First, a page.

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Metabolic Control of Th17 Cell Generation and CNS Inflammation | OMICS International | Abstract
ISSN: 2155-9562

Journal of Neurology & Neurophysiology
Open Access

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Special Issue Article

Metabolic Control of Th17 Cell Generation and CNS Inflammation

Kai Yang and Hongbo Chi*

Department of Immunology, St. Jude Children’s Research Hospital, Memphis, TN 38105, USA

Corresponding Author:
Hongbo Chi
Department of Immunology
St. Jude Children’s Research Hospital
Memphis, TN 38105, USA
Tel: 901-595-6282
Fax: 901-595-5766
E-mail: [email protected]

Received date: January 08, 2014; Accepted date: January 24, 2014; Published date: February 05, 2014

Citation: Yang K, Chi H (2014) Metabolic Control of Th17 Cell Generation and CNS Inflammation. J Neurol Neurophysiol S12:004. doi:10.4172/2155-9562.S12-004

Copyright: © 2014 Yang K, et al. This is an open-access article distributed under the terms of the Creative Commons Attribution License, which permits unrestricted use, distribution, and reproduction in any medium, provided the original author and source are credited.


Multiple sclerosis (MS), an inflammatory demyelinating disease of the central nervous system (CNS), results from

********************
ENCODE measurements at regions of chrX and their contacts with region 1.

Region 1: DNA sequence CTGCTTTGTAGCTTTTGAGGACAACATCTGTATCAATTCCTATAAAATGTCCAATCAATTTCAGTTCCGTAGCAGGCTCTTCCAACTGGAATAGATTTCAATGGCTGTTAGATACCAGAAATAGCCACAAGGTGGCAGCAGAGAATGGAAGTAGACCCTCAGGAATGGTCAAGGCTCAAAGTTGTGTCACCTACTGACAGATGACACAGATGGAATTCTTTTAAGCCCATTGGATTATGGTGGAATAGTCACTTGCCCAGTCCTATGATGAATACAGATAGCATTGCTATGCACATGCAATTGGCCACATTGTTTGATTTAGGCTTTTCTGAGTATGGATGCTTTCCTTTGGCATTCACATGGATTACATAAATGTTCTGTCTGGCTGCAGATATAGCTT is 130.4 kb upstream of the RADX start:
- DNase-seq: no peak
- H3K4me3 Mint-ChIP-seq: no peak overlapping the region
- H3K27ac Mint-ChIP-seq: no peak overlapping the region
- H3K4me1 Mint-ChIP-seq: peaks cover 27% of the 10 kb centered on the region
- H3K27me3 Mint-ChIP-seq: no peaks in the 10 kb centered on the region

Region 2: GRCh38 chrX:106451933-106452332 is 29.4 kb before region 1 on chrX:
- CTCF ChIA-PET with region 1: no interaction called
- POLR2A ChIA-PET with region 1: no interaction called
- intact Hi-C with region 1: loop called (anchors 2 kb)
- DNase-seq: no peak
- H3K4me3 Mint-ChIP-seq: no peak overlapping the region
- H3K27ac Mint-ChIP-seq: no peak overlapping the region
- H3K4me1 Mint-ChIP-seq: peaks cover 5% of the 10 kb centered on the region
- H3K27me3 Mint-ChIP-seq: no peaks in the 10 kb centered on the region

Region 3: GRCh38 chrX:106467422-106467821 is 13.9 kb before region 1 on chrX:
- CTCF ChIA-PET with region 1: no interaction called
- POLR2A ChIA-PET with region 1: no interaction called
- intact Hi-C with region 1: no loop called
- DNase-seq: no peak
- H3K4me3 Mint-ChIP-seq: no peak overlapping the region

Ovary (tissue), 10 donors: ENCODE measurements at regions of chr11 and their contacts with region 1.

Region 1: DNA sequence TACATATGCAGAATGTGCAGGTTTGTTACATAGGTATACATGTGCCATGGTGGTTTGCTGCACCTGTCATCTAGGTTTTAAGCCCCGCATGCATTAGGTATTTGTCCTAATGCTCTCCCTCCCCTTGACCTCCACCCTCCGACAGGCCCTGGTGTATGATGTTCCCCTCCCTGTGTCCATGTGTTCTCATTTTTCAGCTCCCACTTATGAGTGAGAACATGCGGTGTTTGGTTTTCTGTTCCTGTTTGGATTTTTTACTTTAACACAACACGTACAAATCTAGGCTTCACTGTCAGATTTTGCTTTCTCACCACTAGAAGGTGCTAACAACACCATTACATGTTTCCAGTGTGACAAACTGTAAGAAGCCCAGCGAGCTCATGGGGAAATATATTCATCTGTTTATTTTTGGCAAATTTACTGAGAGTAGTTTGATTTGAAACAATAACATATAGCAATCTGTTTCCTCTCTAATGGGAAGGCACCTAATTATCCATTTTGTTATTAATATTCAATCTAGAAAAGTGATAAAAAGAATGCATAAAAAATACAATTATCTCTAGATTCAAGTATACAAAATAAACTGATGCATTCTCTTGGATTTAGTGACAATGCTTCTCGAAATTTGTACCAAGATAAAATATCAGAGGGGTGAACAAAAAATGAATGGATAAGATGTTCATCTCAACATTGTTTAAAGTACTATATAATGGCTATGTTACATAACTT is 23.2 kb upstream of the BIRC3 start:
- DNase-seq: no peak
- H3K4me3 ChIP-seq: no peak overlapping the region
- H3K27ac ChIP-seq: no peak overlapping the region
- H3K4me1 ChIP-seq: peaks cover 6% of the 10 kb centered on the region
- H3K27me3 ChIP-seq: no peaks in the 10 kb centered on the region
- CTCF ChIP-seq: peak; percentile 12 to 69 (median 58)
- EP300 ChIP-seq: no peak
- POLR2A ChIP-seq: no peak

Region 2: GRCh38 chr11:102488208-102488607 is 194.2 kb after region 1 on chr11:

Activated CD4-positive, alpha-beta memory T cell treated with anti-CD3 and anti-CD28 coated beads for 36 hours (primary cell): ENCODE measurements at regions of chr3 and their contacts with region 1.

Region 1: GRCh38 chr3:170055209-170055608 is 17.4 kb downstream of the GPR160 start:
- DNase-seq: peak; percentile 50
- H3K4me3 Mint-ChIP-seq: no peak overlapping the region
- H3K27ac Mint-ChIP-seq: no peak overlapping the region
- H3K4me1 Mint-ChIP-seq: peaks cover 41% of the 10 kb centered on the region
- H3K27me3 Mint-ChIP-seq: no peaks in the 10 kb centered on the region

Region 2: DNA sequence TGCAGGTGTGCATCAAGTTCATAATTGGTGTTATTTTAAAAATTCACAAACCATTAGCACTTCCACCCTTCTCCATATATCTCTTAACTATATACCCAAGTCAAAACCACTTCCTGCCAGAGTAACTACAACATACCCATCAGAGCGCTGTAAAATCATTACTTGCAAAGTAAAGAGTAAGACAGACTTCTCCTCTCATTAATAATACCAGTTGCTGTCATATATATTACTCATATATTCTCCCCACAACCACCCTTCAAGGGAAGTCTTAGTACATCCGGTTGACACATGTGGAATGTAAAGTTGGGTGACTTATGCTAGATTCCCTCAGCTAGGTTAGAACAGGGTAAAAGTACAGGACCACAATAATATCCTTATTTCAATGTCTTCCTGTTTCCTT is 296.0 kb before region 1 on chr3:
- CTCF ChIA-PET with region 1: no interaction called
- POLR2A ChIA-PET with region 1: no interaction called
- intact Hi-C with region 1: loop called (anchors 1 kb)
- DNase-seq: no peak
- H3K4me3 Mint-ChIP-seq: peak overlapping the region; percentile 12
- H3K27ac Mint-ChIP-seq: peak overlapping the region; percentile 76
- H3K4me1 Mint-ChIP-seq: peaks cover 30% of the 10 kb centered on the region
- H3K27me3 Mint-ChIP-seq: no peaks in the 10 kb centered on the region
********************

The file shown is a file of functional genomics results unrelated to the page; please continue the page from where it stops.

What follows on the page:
uncontrolled auto reactive T cells that infiltrate the CNS and attack the myelin sheath. Th17 cells play a prominent role
in the pathogenesis of MS and experimental autoimmune encephalomyelitis (EAE), a mouse model of MS. Extensive
studies have focused on understanding the roles of cytokine signaling and transcriptional network in the differentiation
of Th17 cells and their pathogenicity in CNS inflammation. Aside from these events, activated T cells dynamically
reprogram their metabolic pathways to fulfill the bioenergic and biosynthetic requirements for proper T cell functions.
Emerging evidence indicates that modulation of these metabolic pathways impinges upon the differentiation of
Th17 cells and the pathogenesis of EAE. Thus, a better understanding of the functions and mechanisms of T cell
metabolism in Th17 cell biology may provide new avenues for therapeutic targeting of MS. In this review, we discuss
the recent advances in our understanding of T cell metabolic pathways involved in Th17 cell differentiation and CNS